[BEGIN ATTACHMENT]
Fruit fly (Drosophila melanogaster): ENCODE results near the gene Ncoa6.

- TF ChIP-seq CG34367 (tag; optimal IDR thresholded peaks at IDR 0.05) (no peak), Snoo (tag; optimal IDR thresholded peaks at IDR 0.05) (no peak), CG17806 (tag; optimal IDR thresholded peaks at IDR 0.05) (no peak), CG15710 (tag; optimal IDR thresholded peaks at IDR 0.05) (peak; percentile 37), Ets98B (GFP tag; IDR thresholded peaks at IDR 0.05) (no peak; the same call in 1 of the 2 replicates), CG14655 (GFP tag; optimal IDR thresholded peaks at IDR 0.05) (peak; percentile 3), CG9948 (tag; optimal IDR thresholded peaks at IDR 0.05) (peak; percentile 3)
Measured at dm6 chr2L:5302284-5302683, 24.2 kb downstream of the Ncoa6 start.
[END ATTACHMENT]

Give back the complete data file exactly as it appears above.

Fruit fly (Drosophila melanogaster): ENCODE results near the gene Ncoa6.

- TF ChIP-seq CG34367 (tag; optimal IDR thresholded peaks at IDR 0.05) (no peak), Snoo (tag; optimal IDR thresholded peaks at IDR 0.05) (no peak), CG17806 (tag; optimal IDR thresholded peaks at IDR 0.05) (no peak), CG15710 (tag; optimal IDR thresholded peaks at IDR 0.05) (peak; percentile 37), Ets98B (GFP tag; IDR thresholded peaks at IDR 0.05) (no peak; the same call in 1 of the 2 replicates), CG14655 (GFP tag; optimal IDR thresholded peaks at IDR 0.05) (peak; percentile 3), CG9948 (tag; optimal IDR thresholded peaks at IDR 0.05) (peak; percentile 3)
Measured at dm6 chr2L:5302284-5302683, 24.2 kb downstream of the Ncoa6 start.